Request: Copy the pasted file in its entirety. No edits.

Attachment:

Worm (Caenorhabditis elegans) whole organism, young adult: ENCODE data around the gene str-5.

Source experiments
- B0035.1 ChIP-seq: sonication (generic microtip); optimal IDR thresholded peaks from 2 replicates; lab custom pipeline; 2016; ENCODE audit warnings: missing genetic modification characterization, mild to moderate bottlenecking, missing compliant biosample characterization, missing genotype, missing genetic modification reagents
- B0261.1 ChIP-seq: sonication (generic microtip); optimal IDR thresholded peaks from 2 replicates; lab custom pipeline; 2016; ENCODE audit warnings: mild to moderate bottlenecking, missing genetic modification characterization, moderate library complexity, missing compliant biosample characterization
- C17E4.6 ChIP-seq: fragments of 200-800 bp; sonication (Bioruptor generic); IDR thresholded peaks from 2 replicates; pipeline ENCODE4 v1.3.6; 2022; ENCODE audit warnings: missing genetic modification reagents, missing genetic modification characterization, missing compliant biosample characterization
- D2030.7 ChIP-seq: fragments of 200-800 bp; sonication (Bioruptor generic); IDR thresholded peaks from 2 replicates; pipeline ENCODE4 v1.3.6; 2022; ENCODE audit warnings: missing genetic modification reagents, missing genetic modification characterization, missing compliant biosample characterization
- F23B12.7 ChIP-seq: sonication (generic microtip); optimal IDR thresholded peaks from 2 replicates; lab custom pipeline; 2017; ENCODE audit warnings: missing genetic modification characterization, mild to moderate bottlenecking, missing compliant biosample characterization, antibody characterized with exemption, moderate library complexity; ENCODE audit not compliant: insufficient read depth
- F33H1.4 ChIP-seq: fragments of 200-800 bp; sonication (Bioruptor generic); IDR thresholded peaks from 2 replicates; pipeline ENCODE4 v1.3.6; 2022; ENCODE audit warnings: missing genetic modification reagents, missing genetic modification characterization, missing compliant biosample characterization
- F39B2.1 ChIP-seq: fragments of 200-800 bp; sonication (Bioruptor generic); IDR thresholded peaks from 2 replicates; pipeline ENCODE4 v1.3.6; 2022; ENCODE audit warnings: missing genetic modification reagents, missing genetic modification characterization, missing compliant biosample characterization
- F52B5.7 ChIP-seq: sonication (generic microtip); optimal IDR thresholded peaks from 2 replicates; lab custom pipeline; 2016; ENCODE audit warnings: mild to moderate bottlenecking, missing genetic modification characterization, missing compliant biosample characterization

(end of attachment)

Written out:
Worm (Caenorhabditis elegans) whole organism, young adult: ENCODE data around the gene str-5.

Source experiments
- B0035.1 ChIP-seq: sonication (generic microtip); optimal IDR thresholded peaks from 2 replicates; lab custom pipeline; 2016; ENCODE audit warnings: missing genetic modification characterization, mild to moderate bottlenecking, missing compliant biosample characterization, missing genotype, missing genetic modification reagents
- B0261.1 ChIP-seq: sonication (generic microtip); optimal IDR thresholded peaks from 2 replicates; lab custom pipeline; 2016; ENCODE audit warnings: mild to moderate bottlenecking, missing genetic modification characterization, moderate library complexity, missing compliant biosample characterization
- C17E4.6 ChIP-seq: fragments of 200-800 bp; sonication (Bioruptor generic); IDR thresholded peaks from 2 replicates; pipeline ENCODE4 v1.3.6; 2022; ENCODE audit warnings: missing genetic modification reagents, missing genetic modification characterization, missing compliant biosample characterization
- D2030.7 ChIP-seq: fragments of 200-800 bp; sonication (Bioruptor generic); IDR thresholded peaks from 2 replicates; pipeline ENCODE4 v1.3.6; 2022; ENCODE audit warnings: missing genetic modification reagents, missing genetic modification characterization, missing compliant biosample characterization
- F23B12.7 ChIP-seq: sonication (generic microtip); optimal IDR thresholded peaks from 2 replicates; lab custom pipeline; 2017; ENCODE audit warnings: missing genetic modification characterization, mild to moderate bottlenecking, missing compliant biosample characterization, antibody characterized with exemption, moderate library complexity; ENCODE audit not compliant: insufficient read depth
- F33H1.4 ChIP-seq: fragments of 200-800 bp; sonication (Bioruptor generic); IDR thresholded peaks from 2 replicates; pipeline ENCODE4 v1.3.6; 2022; ENCODE audit warnings: missing genetic modification reagents, missing genetic modification characterization, missing compliant biosample characterization
- F39B2.1 ChIP-seq: fragments of 200-800 bp; sonication (Bioruptor generic); IDR thresholded peaks from 2 replicates; pipeline ENCODE4 v1.3.6; 2022; ENCODE audit warnings: missing genetic modification reagents, missing genetic modification characterization, missing compliant biosample characterization
- F52B5.7 ChIP-seq: sonication (generic microtip); optimal IDR thresholded peaks from 2 replicates; lab custom pipeline; 2016; ENCODE audit warnings: mild to moderate bottlenecking, missing genetic modification characterization, missing compliant biosample characterization